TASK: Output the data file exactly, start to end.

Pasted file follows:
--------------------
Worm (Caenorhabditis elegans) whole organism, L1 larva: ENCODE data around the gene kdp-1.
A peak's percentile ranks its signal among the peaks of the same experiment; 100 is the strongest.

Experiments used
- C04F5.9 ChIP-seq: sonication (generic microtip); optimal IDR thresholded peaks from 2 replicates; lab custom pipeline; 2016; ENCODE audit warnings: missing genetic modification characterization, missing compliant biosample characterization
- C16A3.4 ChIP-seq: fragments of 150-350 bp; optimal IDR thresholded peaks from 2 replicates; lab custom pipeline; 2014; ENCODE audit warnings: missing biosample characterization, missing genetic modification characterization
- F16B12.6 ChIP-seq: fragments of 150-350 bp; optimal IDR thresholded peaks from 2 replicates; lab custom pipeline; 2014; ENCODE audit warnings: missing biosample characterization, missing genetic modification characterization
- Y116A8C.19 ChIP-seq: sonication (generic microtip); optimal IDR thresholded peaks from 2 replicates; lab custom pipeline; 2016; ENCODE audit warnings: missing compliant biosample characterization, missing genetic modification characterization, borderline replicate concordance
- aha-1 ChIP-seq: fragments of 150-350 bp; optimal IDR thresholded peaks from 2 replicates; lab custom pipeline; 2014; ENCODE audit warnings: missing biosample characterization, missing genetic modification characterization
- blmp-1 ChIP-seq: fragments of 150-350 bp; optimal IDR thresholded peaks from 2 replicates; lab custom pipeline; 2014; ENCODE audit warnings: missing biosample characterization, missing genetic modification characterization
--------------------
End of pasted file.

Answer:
Worm (Caenorhabditis elegans) whole organism, L1 larva: ENCODE data around the gene kdp-1.
A peak's percentile ranks its signal among the peaks of the same experiment; 100 is the strongest.

Experiments used
- C04F5.9 ChIP-seq: sonication (generic microtip); optimal IDR thresholded peaks from 2 replicates; lab custom pipeline; 2016; ENCODE audit warnings: missing genetic modification characterization, missing compliant biosample characterization
- C16A3.4 ChIP-seq: fragments of 150-350 bp; optimal IDR thresholded peaks from 2 replicates; lab custom pipeline; 2014; ENCODE audit warnings: missing biosample characterization, missing genetic modification characterization
- F16B12.6 ChIP-seq: fragments of 150-350 bp; optimal IDR thresholded peaks from 2 replicates; lab custom pipeline; 2014; ENCODE audit warnings: missing biosample characterization, missing genetic modification characterization
- Y116A8C.19 ChIP-seq: sonication (generic microtip); optimal IDR thresholded peaks from 2 replicates; lab custom pipeline; 2016; ENCODE audit warnings: missing compliant biosample characterization, missing genetic modification characterization, borderline replicate concordance
- aha-1 ChIP-seq: fragments of 150-350 bp; optimal IDR thresholded peaks from 2 replicates; lab custom pipeline; 2014; ENCODE audit warnings: missing biosample characterization, missing genetic modification characterization
- blmp-1 ChIP-seq: fragments of 150-350 bp; optimal IDR thresholded peaks from 2 replicates; lab custom pipeline; 2014; ENCODE audit warnings: missing biosample characterization, missing genetic modification characterization